Iran automakers to produce 6,000 trucks with Chinese help

Iran has signed contracts with two domestic automakers to produce 6,000 trucks with the help of Chinese manufacturers, the head of Iran’s Road Maintenance and Transportation Organization said on Tuesday. “Good things have happened in the automotive industry and efforts have been made to use domestic capacity to modernize the truck fleet,” Dariush Amani told reporters in Tehran. “In this regard, a contract for 1,000 units has been signed with Mammut Company and 5,000 units with Iran Khodro.

We are now working to secure finance for these contracts,” he added. The Mammut Industrial Group, also known as Mammut Industries, assembled and distributed Swedish truck maker Scania’s vehicles in Iran. Similarly, Iran Khodro was the local distributor of German automaker Mercedes-Benz’s trucks.

However, both the European companies halted their operations in Iran after the US reimposed sanctions on the Islamic Republic in 2018. “Given that we are under sanctions, Chinese companies are mainly the suppliers of domestically produced truck engines,” Amani said. Before the sanctions, Iran was one of Scania’s top ten global markets with annual business of more than 330 million.

The company had been in operation in the country since 2000 through Oghab Afshan, a privately-owned partner and distributor of buses. Scania produced nearly 1000 trucks a year emblazoned with its famous red griffin badge in Qazvin. Oghab Afshan meanwhile produced more than 800 Scania buses a year at its facility outside Isfahan. 

Mammut had signed an agreement with Iran’s Road Maintenance and Transportation Organization and the Iranian Fuel Conservation Company to support the replacement of 5,000 aging trucks with Scania models, but it had to cancel the deal because of the sanctions. Similarly, Mercedes-Benz halted its plans for local production of trucks and powertrain components as well as its return as a shareholder in the Iranian Diesel Engine Manufacturing Co (IDEM) in Tabriz to build diesel engines. Thanks to the sanctions, however, Iran’s auto sector has started standing on its own feet after years of reliance on imported car kits which foreign companies stopped supplying in fear of the US sanctions.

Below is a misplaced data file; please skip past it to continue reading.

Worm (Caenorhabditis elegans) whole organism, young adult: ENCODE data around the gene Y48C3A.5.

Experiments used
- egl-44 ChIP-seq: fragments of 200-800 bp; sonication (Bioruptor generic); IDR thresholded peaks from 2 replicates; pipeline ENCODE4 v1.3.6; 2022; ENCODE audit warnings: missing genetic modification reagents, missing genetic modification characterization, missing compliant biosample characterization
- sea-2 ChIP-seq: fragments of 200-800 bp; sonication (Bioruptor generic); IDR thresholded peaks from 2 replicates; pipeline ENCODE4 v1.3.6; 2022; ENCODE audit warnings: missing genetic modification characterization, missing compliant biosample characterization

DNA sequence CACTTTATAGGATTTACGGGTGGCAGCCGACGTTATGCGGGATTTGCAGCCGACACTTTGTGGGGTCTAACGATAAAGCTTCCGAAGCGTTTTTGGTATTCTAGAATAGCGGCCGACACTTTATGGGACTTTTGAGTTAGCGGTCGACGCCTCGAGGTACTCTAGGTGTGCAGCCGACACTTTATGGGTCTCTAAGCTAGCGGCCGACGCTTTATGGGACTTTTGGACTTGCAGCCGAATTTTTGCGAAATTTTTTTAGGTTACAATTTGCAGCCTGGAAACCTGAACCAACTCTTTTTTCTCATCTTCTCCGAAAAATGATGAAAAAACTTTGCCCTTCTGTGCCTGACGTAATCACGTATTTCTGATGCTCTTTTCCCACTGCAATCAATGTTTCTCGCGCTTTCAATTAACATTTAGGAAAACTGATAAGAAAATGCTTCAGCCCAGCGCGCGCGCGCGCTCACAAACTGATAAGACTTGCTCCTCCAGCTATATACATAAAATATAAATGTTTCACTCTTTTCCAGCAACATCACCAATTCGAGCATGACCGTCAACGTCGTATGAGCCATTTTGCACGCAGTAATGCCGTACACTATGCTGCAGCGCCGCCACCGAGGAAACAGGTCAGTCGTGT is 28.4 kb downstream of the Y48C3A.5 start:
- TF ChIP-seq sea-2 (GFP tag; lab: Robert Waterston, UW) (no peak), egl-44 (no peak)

In July, former Minister of Industry, Mine and Trade Alireza Razm Hosseini said the total value of imported contents used in car manufacturing had been cut by £2.5 billion – a figure which is enormous at a time of severe foreign exchange crunch due to the draconian sanctions.   “Thanks to the efforts of automakers and component makers, the £4 billion dependence of the automotive industry on foreign companies has been reduced to £1.5 billion today, and the depth of internalization has increased,” he said at a signing ceremony. Iran Khodro and Saipa are the two largest local manufacturers, which have picked up the slack since France’s Peugeot and Renault exited Iran along with other international companies in the wake of US sanctions, creating a supply crunch which saw car prices vault to unprecedented highs.

The auto industry forms the second biggest sub-sector of the economy behind oil, accounting for some 10 percent of the gross domestic product and 4 percent of employment. More than 100,000 people are employed by Iran Khodro and Saipa, while another 700,000 Iranians work in industries related to car manufacturing. When the Trump administration reimposed sanctions on Iran in August 2018, it reserved Washington’s first hammer blow for the car industry to hurt as many Iranians as possible.

However, the US pressures forced domestic manufacturers to mobilize their resources to fulfill some of the tasks which were an exclusive competence of foreign companies.

Amani said his organization has been supporting domestic producers, citing Heavy Equipment Production Company (HEPCO) in Arak which it had provided with financial resources to resume production.

A deputy industry minister has said Iranian automakers are on course to produce more than 1.3 million cars this year, a 50 percent jump in production in the face of the US sanctions.


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